A guest educator was visiting our school and offering an activity for the children to explore. The activity was traditional in nature, one school age children often experience in afterschool programs. The children were given a collection of items, including three paper cups, three clothespins, four popsicles sticks, six round toothpicks, three fruit chews, and ten mini-marshmallows.
Most of the children were attracted to the activity initially because of their interest in the materials, especially the candy and marshmallows. As an observer, I wondered if the candy was a distraction from exploring the other materials and focusing on the possibilities of those materials?
The invitation asked the children to create a structure at least five inches tall and the structure needed to able to hold the weight of one large wooden block without collapsing or falling over. The children were instructed to work alone while exploring and experimenting with the materials for a prescribed period of time.
I was observing and wondering if the children would be concerned with the time structure of the build instead of exploring the possibilities of the materials. The children in the program usually work at their own pace and in collaboration with other children and the educators. The children were instructed to work alone, when having the freedom to choose a partner or create a group could have expanded the possibilities of the build and execution of their design. Inviting the children to create with the materials would have been enough motivation to get the creative juices flowing. I was interested in how offering specific instructions influenced the process the children used when approaching this work?
All of the children were enthusiastic about starting this activity. As the work began, a spirited conversation grew among the children about creating a unique design. There were many different experimental designs being explored. One child created a unique foundation design that attracted attention from the other children. This design used three paper cups that were stacked in a triangular pattern, to create strength. Almost immediately, five children replicated the design of the foundation and incorporated it into their structure.
Quickly, the child, who created the original design, asked the other children why they were copying their design. I continued to observe, listening to the discussion when the child asked me the same question. I said, “Your design inspired the other children and encouraged them to incorporate new ideas into their structure.” Then I asked all the children a question, “Is part of the creative process, to examine the work of others, be inspired, and use those ideas to create work of our own?”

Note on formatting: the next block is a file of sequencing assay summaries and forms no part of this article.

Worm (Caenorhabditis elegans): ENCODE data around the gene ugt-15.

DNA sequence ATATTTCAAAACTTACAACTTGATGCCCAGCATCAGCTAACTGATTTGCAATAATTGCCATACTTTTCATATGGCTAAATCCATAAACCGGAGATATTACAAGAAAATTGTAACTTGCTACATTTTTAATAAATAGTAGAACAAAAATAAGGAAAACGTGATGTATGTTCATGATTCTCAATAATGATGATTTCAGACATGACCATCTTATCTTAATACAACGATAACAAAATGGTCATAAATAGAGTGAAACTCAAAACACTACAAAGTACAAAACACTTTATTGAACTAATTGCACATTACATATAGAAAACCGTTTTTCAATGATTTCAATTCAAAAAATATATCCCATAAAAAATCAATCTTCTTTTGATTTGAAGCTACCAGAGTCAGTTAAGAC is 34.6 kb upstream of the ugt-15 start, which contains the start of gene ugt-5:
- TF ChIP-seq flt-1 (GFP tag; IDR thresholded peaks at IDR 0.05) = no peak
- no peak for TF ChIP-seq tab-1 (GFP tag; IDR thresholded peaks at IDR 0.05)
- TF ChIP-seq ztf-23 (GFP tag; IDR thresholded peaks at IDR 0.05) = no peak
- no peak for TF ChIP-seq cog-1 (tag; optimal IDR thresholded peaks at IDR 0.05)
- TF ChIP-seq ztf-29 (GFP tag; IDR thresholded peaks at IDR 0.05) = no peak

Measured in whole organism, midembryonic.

A discussion started amongst the children about if using others ideas was acceptable, to look at another design and then incorporate those ideas into your creation. Some children said with conviction that copying is bad and against the rules. Other children thought it was okay to share ideas. The discussion went on as I continued to observe the other children. Looking at the different structures being created, I noticed one child fashioned a roof for their structure using four Popsicle sticks in a crisscross pattern.
The other children noticed this design too, and talked about the potential strength this design offered to hold the large block and keep their creations from collapsing. Within a few minutes, other children started incorporating the crisscross design into their structures. This fueled a new round of discussion among the children about the etiquette involved when creating structures together.
This time the children did not ask my opinion and looked to each other for answers through further discussion. As an observer, I wondered how the environment contributed to the concern the children were expressing and how the activity was presented affected the cooperative nature of the children. Most likely, the instruction to work alone created a competitive spirit instead of a collaborative one and fueled the questions about copying versus sharing ideas.
In the end, most of the children created a structure. It was measured and then tested for strength. Some of the structures fell over under the weight of the large block. The children thought this was funny and exciting and did not seem concerned with the outcome. When the block experiment was over, everyone was excited to take his or her structure apart and eat candy. The children then moved on with their day and our guest educator left.
When children are motivated to create from ideas of their peers is that copying, inspiration, or iteration?
This experience brings into focus the importance of how educators present materials and invitations. Thinking about our practice is important and influences the experiences children encounter. Creating a thoughtful invitation is much more than placing materials out on table and inviting the children to play. Children’s opportunities for discovery are enhanced when the intention, motivation, and interests of the children are taken in to consideration before the invitation is offered.